As 300 million Americans gear up to stuff their faces later this week, we're thankful that more funders want to fundamentally change the nutritional and exercise habits of the nation. The work of building what RWJF calls a "culture of health" is even more challenging than the heavy lift over recent years of expanding access to health insurance. But it could hardly be more crucial, with skyrocketing levels of chronic disease like diabetes promising to push healthcare costs into the stratosphere in coming decades and impoverish millions facing rising out-of-pocket expenses. 

A range of funders, with RWJF in the lead, are attacking this challenge in various ways, including bringing more healthy food choices to the inner city, financing playgrounds and bike paths, underwriting advocacy to change school lunch programs, and supporting experimental efforts to use health apps and data to change behavior. 

On another front, we've been tracking the huge funder push to find cures to neurodegenerative diseases like Alzheimer's which are projected to drive rising healthcare costs in coming years. Just the other day, we wrote about how privately funded researchers were able to replicate Alzheimer's in a lab for the first time, allowing them to test remedies. 

5. Heirs With a Mission

We've been struck by just how many heirs to great fortunes are emerging as capable and even visionary philanthropists, and we're thankful to see how much these kids of the wealthy care, in contrast to common stereotypes. In recent months, for example, we've written about the top-notch foundation that Jennifer Rainin is building in the Bay Area; the big and disciplined climate funding operation that Nathaniel Simons runs with his Sea Change Foundation; the sophisticated way that Dave Peery has reinvented his family's foundation; the creative energy of "philanthropunk" John Kluge, Jr., who imagines a "toilet in every home"; and how old money heir David W. Douglas has led the fight against cuts in U.S. development aid. 

Given the trillions of inheritance dollars that will be transferred in families in coming decades, it matters how heirs conduct themselves. And what we're seeing is many training themselves to be leaders in philanthropy, often with an eye to doing things differently than their parents did, either by backing edgier causes or embracing more sophisticated methodologies for achieving impact.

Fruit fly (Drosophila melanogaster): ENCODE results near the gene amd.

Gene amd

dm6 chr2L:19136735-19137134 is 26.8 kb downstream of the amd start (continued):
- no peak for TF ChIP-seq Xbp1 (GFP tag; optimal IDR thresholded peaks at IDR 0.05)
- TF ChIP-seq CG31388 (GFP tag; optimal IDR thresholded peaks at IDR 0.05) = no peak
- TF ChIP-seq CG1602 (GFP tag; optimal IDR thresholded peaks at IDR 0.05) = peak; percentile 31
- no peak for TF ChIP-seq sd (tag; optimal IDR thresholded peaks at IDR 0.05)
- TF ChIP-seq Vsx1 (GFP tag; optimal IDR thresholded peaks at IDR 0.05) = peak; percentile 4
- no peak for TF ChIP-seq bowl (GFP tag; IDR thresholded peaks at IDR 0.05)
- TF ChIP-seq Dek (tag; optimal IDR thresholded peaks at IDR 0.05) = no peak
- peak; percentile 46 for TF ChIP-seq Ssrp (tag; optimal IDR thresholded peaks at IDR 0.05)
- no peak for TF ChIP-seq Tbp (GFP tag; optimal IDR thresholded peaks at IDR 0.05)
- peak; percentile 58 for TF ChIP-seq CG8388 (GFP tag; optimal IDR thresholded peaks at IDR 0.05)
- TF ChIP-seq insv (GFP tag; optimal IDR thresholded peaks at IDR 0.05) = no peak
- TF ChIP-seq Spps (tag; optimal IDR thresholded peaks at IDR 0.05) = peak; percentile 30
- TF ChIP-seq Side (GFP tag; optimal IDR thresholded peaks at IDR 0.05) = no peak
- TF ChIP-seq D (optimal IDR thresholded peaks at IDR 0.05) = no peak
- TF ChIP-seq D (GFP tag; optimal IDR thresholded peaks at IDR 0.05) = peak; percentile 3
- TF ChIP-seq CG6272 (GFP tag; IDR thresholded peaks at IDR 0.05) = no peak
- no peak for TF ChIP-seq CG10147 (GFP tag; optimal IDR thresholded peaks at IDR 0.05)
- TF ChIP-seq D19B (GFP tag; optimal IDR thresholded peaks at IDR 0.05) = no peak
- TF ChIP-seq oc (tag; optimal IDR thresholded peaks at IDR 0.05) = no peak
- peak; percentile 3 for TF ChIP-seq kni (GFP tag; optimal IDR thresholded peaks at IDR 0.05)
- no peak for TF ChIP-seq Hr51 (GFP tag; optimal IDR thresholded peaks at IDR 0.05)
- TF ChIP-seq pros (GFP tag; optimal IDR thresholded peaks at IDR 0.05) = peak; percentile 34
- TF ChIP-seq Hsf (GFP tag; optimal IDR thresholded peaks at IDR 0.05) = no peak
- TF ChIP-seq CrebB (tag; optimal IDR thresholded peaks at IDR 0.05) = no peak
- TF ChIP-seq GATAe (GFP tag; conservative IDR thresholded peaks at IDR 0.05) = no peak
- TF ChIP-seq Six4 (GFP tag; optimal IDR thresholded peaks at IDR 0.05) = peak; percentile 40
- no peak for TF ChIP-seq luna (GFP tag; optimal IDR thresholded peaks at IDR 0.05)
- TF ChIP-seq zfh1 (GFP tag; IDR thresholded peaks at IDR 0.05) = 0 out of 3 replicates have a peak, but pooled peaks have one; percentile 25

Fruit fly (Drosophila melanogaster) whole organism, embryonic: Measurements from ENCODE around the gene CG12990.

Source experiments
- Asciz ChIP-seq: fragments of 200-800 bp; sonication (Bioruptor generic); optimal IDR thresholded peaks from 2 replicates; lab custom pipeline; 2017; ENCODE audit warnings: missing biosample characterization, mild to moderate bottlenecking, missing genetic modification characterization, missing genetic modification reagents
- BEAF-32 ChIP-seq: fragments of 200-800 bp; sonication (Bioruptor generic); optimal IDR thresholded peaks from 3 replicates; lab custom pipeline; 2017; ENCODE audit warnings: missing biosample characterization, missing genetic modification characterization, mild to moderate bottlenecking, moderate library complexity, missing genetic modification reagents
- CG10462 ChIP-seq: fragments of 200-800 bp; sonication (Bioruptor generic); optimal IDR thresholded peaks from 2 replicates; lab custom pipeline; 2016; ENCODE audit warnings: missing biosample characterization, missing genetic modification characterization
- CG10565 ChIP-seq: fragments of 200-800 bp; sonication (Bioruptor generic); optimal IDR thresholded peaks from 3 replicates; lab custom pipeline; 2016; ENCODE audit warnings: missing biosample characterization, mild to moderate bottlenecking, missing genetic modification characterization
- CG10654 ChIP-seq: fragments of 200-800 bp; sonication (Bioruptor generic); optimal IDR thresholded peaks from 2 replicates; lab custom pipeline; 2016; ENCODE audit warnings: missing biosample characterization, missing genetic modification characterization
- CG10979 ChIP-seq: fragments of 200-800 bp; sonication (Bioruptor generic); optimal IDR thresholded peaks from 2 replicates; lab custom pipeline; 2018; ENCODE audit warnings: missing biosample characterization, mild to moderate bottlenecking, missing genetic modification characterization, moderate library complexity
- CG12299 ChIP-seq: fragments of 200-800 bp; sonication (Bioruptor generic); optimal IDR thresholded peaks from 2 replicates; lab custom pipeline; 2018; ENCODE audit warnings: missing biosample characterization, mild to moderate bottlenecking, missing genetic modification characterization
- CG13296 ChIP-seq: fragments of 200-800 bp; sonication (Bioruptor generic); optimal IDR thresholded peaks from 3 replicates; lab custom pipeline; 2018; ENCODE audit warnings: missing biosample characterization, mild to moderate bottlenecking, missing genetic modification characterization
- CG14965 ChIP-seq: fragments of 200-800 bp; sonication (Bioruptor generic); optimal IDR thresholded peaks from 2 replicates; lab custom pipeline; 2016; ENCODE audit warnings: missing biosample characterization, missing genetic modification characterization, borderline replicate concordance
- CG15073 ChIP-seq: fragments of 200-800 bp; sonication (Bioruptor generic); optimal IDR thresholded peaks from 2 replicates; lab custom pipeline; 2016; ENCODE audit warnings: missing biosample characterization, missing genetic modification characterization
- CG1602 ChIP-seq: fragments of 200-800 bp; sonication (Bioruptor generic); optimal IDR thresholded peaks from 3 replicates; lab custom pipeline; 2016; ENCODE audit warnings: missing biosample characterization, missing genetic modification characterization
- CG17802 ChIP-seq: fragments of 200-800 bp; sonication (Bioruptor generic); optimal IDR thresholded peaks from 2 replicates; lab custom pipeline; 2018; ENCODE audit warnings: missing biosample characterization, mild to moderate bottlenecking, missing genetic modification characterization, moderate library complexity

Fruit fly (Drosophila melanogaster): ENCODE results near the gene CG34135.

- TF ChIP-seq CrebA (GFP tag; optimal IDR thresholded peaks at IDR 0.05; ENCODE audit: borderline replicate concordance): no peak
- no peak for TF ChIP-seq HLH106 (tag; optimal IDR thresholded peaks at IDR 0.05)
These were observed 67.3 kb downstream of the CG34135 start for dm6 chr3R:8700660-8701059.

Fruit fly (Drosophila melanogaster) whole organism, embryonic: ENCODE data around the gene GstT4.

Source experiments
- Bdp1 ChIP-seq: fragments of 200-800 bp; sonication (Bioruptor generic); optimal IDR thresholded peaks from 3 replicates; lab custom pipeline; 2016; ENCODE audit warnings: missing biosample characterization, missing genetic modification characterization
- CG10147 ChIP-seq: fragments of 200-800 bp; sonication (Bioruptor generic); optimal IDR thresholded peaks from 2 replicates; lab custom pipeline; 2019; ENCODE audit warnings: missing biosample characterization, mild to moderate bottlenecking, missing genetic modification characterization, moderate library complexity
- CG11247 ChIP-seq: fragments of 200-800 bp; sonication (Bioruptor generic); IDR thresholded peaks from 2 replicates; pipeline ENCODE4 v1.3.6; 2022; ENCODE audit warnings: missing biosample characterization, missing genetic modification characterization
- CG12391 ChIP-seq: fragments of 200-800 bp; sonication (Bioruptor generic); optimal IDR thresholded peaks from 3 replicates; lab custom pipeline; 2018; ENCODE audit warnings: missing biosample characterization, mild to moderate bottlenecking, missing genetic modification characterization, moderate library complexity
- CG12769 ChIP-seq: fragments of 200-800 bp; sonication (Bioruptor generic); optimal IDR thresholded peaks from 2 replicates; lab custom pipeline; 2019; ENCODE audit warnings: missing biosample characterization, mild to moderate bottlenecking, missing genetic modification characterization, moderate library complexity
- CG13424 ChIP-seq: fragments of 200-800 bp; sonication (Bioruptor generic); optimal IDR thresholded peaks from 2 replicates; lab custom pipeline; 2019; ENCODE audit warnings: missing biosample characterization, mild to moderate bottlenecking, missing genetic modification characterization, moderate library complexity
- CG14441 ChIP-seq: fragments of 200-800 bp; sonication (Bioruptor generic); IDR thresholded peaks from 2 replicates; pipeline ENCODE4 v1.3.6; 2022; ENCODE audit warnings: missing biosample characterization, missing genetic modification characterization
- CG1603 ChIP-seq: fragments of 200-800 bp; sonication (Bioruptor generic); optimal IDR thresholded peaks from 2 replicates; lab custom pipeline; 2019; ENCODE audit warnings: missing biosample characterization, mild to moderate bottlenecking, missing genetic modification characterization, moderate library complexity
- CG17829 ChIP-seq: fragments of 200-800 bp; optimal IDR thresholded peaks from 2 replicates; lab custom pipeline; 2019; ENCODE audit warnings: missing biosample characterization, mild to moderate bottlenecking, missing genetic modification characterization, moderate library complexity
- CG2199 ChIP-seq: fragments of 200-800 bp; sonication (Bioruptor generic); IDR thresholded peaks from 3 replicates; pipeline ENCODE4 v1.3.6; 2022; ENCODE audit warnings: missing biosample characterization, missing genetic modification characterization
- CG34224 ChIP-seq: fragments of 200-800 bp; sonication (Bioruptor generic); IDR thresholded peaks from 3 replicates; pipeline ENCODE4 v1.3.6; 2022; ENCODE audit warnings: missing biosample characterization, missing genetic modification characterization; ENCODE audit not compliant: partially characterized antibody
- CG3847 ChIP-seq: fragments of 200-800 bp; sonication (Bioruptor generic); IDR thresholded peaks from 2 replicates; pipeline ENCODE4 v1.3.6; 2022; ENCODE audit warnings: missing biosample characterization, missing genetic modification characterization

6. More Transparency Among Big Foundations

I could name any number of large foundations that give out a minimum of information and routinely ignore inquiries asking for more. But this week I'm thankful for the slew of other foundations that do believe they have an obligation to share what they're doing and how they operate.

The Hewlett Foundation has been the most notable in this regard, with its still relatively new Work in Progress blog and its readiness to engage the media, including this publication, in a thoughtful way. But there are a lot of other examples, including the many foundations that make public the Grantee Perception Reports that they have commissioned from the Center for Effective Philanthropy. 

7. The Inexorable Rise of Impact investing

Years from now, it may seem bizarre that foundations harnessed only a fraction of their financial muscle to advancing their missions. So we've been thankful to see important strides this year toward more impacting investing.

We've written about McKnight's big step to move a tenth of its $2 billion endowment into impact investing; MacArthur's impact investments in important housing initiatives; the Michael and Susan Dell Foundation's growing embrace of this strategy; and how the F.B. Heron Foundation is far out ahead of nearly everyone with its effort to move 100 percent of endowment in impact investments. As well, we argued that Rockefeller Brothers Fund's historic move to divest from fossil fuels was just the beginning of an inevitable dumping of such stocks by many funders in coming years. 

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Other readers will have their own lists of bright spots in philanthropy. Mine is hardly exhaustive, and I can think of lots of other good stuff happeninglike how multiyear funding has recently ticked upward; how the push to empower girls and women grows stronger; how funders are thinking more creatively about how to revive cities; and how funders are getting more sophisticated about collaborating with each other and spurring collaborations among nonprofits in the quest for collective impact.

Philanthropy is endlessly evolving, and the pace of that evolution is picking up as a growing number of new funders arrive on the scene with ideas for doing things differently. Sure, we could write about something stupid and scary in this sector nearly every day. But this is a good week to be thankful for everything that is headed in the right direction.